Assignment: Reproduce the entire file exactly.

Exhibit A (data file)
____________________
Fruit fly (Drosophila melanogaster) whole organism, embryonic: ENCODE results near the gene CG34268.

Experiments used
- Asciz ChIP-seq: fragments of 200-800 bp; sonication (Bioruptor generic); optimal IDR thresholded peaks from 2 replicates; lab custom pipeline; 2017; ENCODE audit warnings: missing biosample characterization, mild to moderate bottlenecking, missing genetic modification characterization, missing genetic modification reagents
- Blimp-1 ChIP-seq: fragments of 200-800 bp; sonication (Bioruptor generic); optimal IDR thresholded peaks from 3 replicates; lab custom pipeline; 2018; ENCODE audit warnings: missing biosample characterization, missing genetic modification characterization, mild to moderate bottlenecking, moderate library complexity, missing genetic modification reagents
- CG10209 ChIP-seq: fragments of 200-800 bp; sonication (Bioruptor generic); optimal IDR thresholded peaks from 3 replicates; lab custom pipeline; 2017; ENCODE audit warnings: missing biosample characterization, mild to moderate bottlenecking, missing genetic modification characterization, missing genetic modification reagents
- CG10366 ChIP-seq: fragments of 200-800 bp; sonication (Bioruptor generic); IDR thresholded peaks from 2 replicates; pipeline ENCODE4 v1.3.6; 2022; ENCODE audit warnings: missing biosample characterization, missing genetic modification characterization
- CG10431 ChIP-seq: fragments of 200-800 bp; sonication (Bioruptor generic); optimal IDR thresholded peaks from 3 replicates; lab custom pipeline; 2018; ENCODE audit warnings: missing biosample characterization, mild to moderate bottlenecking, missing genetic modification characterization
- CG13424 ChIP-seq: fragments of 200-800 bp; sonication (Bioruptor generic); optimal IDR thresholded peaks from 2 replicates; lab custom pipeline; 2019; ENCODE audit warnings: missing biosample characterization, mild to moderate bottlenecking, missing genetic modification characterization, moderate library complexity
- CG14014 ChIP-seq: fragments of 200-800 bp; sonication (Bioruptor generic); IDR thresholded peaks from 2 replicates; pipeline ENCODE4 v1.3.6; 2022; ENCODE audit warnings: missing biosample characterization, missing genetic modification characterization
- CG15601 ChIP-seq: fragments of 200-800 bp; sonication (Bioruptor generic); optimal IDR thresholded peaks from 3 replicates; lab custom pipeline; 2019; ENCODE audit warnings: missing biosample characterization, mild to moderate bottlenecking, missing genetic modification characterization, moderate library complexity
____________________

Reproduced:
Fruit fly (Drosophila melanogaster) whole organism, embryonic: ENCODE results near the gene CG34268.

Experiments used
- Asciz ChIP-seq: fragments of 200-800 bp; sonication (Bioruptor generic); optimal IDR thresholded peaks from 2 replicates; lab custom pipeline; 2017; ENCODE audit warnings: missing biosample characterization, mild to moderate bottlenecking, missing genetic modification characterization, missing genetic modification reagents
- Blimp-1 ChIP-seq: fragments of 200-800 bp; sonication (Bioruptor generic); optimal IDR thresholded peaks from 3 replicates; lab custom pipeline; 2018; ENCODE audit warnings: missing biosample characterization, missing genetic modification characterization, mild to moderate bottlenecking, moderate library complexity, missing genetic modification reagents
- CG10209 ChIP-seq: fragments of 200-800 bp; sonication (Bioruptor generic); optimal IDR thresholded peaks from 3 replicates; lab custom pipeline; 2017; ENCODE audit warnings: missing biosample characterization, mild to moderate bottlenecking, missing genetic modification characterization, missing genetic modification reagents
- CG10366 ChIP-seq: fragments of 200-800 bp; sonication (Bioruptor generic); IDR thresholded peaks from 2 replicates; pipeline ENCODE4 v1.3.6; 2022; ENCODE audit warnings: missing biosample characterization, missing genetic modification characterization
- CG10431 ChIP-seq: fragments of 200-800 bp; sonication (Bioruptor generic); optimal IDR thresholded peaks from 3 replicates; lab custom pipeline; 2018; ENCODE audit warnings: missing biosample characterization, mild to moderate bottlenecking, missing genetic modification characterization
- CG13424 ChIP-seq: fragments of 200-800 bp; sonication (Bioruptor generic); optimal IDR thresholded peaks from 2 replicates; lab custom pipeline; 2019; ENCODE audit warnings: missing biosample characterization, mild to moderate bottlenecking, missing genetic modification characterization, moderate library complexity
- CG14014 ChIP-seq: fragments of 200-800 bp; sonication (Bioruptor generic); IDR thresholded peaks from 2 replicates; pipeline ENCODE4 v1.3.6; 2022; ENCODE audit warnings: missing biosample characterization, missing genetic modification characterization
- CG15601 ChIP-seq: fragments of 200-800 bp; sonication (Bioruptor generic); optimal IDR thresholded peaks from 3 replicates; lab custom pipeline; 2019; ENCODE audit warnings: missing biosample characterization, mild to moderate bottlenecking, missing genetic modification characterization, moderate library complexity